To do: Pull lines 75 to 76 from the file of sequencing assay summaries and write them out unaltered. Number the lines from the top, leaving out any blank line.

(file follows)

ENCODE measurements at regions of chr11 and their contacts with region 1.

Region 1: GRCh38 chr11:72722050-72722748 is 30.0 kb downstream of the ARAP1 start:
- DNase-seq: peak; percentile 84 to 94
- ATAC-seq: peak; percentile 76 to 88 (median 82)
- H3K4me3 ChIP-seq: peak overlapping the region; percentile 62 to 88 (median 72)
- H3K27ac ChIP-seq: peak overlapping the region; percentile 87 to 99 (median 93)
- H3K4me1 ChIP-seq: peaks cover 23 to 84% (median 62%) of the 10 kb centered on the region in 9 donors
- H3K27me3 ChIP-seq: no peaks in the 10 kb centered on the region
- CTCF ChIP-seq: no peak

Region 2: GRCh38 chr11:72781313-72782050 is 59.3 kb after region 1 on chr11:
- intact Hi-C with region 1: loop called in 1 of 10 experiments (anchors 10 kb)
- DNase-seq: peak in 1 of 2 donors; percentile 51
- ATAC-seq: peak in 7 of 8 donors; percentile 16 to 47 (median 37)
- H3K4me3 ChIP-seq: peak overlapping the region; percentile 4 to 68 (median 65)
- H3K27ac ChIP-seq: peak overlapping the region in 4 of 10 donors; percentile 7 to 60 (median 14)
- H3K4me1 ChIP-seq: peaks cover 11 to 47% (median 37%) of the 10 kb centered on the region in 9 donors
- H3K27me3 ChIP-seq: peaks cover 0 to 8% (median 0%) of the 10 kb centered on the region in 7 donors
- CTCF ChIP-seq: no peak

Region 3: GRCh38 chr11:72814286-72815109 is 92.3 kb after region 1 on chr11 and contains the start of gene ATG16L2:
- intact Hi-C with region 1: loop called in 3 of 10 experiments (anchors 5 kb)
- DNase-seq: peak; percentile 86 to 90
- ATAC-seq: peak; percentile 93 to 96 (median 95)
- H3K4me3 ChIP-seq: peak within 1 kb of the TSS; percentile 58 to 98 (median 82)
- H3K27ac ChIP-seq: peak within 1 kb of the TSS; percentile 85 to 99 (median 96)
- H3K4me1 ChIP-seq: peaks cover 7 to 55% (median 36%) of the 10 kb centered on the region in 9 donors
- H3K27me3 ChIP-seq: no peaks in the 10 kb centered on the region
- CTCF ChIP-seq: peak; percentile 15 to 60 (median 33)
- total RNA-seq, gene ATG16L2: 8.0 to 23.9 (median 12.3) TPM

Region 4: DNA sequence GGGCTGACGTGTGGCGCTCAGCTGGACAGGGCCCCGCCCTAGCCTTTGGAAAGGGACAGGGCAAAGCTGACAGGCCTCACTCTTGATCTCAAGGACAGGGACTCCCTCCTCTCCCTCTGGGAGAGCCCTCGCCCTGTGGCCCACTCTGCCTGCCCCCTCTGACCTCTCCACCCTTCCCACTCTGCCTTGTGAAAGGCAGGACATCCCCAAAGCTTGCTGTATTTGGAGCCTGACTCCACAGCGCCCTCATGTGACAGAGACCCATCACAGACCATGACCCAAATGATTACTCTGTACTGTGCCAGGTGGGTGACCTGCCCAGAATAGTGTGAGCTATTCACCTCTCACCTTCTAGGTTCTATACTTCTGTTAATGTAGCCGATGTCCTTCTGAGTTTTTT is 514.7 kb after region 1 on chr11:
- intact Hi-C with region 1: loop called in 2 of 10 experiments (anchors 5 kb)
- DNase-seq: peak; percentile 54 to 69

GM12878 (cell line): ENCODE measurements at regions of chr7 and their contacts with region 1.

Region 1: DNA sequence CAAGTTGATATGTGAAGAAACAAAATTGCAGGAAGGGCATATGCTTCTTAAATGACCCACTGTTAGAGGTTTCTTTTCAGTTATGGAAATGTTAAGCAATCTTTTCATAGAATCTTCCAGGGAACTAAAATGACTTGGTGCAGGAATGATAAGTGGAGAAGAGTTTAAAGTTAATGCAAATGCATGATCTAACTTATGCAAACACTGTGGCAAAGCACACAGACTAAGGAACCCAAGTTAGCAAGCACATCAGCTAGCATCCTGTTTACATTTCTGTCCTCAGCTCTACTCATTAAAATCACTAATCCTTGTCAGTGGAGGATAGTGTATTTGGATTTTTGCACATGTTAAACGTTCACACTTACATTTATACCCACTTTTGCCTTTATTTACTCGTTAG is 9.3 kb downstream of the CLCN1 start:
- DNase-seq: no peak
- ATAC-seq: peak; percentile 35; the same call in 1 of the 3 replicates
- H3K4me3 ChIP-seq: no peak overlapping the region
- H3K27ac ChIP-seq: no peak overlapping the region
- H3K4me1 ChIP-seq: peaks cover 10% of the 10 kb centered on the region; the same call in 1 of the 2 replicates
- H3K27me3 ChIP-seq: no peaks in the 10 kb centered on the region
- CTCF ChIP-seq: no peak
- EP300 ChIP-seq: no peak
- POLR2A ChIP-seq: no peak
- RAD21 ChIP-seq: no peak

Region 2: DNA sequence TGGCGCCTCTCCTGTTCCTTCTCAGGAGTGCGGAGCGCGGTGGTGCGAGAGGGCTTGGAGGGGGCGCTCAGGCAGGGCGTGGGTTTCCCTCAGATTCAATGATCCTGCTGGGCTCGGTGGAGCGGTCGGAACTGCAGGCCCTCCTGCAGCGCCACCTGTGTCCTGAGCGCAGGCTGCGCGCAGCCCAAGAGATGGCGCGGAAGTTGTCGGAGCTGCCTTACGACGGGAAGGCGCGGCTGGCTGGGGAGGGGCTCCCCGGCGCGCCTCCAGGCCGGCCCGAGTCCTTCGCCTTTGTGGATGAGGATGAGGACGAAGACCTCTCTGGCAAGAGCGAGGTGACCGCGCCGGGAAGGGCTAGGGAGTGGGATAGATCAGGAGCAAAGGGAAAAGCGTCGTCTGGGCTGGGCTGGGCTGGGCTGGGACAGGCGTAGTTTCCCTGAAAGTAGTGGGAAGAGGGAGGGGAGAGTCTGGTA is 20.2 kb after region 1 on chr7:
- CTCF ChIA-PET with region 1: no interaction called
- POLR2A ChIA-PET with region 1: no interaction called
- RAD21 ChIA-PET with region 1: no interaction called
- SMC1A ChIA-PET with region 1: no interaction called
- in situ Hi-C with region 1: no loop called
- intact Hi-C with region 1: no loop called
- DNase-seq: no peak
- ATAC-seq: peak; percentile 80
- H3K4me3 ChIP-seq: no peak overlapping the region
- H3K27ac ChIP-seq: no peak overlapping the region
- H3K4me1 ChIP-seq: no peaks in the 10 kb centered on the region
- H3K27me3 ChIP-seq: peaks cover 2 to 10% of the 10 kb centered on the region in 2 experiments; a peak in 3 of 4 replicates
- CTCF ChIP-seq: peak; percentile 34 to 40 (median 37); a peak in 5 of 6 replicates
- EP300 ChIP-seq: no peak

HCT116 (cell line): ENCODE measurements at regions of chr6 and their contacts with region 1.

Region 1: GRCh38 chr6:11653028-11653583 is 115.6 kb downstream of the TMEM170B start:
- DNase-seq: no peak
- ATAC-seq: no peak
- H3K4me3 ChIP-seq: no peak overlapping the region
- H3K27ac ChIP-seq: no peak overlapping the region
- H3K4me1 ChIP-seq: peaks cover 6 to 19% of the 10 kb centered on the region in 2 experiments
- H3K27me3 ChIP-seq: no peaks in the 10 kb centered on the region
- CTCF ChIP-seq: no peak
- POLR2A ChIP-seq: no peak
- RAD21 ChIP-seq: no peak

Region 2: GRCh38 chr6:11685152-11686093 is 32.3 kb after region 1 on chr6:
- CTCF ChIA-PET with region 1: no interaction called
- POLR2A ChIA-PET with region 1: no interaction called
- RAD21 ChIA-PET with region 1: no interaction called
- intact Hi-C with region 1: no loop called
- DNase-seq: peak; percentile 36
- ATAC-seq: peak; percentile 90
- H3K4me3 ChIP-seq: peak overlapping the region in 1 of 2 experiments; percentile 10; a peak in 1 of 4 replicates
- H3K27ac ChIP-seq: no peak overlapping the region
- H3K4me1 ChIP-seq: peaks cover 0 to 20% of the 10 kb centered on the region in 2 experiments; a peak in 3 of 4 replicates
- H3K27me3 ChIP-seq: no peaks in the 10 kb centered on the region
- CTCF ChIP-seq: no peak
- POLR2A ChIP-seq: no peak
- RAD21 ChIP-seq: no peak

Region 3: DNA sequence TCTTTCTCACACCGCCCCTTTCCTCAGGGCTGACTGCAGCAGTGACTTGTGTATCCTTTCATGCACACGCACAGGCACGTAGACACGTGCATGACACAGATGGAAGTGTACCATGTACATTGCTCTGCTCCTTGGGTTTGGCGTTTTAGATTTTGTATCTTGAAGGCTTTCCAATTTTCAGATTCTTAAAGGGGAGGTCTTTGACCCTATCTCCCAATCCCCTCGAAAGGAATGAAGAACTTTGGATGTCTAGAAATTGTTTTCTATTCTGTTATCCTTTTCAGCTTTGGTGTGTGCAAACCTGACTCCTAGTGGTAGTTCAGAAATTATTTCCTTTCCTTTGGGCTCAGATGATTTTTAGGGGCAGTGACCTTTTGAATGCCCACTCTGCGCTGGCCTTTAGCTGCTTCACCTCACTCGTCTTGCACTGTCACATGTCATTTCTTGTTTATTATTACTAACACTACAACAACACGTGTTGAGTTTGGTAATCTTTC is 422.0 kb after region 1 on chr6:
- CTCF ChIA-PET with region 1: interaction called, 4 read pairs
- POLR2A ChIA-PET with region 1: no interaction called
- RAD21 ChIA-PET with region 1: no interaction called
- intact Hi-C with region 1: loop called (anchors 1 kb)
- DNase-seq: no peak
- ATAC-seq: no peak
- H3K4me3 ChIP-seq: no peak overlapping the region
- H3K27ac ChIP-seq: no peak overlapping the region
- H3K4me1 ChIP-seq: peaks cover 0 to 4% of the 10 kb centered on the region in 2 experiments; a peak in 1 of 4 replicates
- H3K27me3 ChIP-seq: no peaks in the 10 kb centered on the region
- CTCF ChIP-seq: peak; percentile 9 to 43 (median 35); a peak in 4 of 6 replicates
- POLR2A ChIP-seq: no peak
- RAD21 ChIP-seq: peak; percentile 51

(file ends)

- DNase-seq: peak; percentile 36
- ATAC-seq: peak; percentile 90